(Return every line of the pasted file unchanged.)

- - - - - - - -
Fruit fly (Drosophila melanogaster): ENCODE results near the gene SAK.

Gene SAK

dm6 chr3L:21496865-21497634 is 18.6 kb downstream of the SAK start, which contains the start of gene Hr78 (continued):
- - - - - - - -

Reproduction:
Fruit fly (Drosophila melanogaster): ENCODE results near the gene SAK.

Gene SAK

dm6 chr3L:21496865-21497634 is 18.6 kb downstream of the SAK start, which contains the start of gene Hr78 (continued):